Q. What is the difference between a neurofibroma and a neuroma?

A. A neuroma is a general term that applies to any of a number of different things (neoplastic or non-neoplastic) that make a nerve or nerve bundle swell. Usually, another word is attached to give more specific meaning.

Neoplastic neuromas are tumors of any part of a nerve (including the surrounding myelin); sometimes the term is used more broadly to refer to any tumor of neural tissue. An example of a neoplastic neuroma is acoustic neuroma, a benign tumor surrounding the 8th cranial nerve (you can also call this tumor a schwannoma, since it is a neoplasm derived from the Schwann cells surrounding the nerve, not the nerve itself).

The main non-neoplastic neuromas are traumatic neuroma (a non-neoplastic reaction of a nerve to some sort of damage) and Morton’s neuroma (which is not even a neuroma, but just an accumulation of fibrous tissue around a nerve, usually in the foot).

Neurofibromas are benign neoplasms derived from the myelin sheath of peripheral nerves (just as a reminder: the myelin surrounding peripheral nerves is supplied by Schwann cells; the myelin surrounding central nerves is supplied by oligodendrocytes). They often occur in the context of neurofibromatosis, a hereditary condition characterized by multiple cutaneous neurofibromas, pigmented skin lesions, skeletal abnormalities, macrocephaly, epilepsy, and a bunch of other findings. In the photo above, the patient has multiple neurofibromas scattered over his entire body.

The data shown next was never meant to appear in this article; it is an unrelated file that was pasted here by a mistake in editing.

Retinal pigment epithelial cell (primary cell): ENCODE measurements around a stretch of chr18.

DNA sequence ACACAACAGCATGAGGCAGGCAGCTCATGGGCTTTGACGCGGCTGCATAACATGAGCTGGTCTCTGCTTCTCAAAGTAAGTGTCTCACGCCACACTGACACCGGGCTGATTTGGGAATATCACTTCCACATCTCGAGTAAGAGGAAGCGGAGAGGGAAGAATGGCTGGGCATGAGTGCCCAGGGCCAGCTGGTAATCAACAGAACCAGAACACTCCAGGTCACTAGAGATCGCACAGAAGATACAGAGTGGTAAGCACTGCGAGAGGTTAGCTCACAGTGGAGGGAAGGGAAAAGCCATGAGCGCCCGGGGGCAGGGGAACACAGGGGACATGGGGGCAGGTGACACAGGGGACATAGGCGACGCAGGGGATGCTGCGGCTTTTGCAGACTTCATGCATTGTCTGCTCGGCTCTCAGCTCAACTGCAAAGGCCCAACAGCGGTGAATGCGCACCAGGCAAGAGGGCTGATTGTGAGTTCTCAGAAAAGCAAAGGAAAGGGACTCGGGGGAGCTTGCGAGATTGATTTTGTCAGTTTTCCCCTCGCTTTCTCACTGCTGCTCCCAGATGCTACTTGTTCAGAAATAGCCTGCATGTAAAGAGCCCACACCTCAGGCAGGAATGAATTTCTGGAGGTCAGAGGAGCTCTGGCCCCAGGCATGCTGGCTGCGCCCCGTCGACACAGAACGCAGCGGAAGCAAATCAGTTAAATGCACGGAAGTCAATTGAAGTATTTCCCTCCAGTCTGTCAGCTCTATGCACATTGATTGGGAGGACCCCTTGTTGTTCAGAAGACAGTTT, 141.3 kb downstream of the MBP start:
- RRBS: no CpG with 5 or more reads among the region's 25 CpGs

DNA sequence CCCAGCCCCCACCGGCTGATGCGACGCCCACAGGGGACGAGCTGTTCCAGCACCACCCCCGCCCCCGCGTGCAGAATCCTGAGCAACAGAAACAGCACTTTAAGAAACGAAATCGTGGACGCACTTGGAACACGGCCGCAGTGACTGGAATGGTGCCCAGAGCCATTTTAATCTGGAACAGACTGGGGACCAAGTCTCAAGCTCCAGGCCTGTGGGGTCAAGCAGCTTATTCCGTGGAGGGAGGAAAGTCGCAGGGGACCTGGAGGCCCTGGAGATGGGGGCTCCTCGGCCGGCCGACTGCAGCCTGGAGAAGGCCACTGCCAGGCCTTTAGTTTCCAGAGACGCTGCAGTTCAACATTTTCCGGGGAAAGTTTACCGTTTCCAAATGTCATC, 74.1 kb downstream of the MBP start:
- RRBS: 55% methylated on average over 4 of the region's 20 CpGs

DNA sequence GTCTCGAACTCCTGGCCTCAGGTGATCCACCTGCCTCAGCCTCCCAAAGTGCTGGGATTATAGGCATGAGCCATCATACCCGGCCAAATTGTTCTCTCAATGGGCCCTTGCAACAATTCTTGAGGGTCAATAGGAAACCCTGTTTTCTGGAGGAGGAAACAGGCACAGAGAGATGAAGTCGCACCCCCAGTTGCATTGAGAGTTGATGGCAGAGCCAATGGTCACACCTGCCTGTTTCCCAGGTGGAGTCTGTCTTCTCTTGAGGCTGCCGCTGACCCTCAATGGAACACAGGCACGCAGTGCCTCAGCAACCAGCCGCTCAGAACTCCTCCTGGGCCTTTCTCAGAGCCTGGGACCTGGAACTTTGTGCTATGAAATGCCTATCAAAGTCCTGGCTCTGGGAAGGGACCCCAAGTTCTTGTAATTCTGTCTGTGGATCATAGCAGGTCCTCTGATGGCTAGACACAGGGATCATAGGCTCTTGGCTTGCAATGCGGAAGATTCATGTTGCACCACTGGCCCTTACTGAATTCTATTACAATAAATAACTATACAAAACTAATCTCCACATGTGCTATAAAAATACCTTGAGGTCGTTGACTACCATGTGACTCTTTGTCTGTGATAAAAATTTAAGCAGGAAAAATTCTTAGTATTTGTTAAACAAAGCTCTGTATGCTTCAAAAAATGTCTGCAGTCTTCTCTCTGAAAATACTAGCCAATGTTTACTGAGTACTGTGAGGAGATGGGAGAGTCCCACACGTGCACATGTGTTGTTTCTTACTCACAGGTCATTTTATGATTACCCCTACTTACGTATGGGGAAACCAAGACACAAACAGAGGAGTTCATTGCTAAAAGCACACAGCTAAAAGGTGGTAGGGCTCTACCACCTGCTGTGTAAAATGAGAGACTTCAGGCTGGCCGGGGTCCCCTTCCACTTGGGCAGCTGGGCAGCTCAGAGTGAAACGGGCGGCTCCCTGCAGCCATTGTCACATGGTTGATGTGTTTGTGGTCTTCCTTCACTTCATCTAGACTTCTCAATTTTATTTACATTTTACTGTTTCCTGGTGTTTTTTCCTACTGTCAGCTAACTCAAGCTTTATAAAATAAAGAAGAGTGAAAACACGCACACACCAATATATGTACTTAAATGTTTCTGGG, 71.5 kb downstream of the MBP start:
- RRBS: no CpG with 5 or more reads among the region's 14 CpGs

Neurofibromas are like schwannomas, in that they are derived from schwann cells. However, a schwannoma has mostly just schwann cells in it, whereas a neurofibroma has a bunch of other cell types, like fibroblasts, endothelial cells, and mast cells.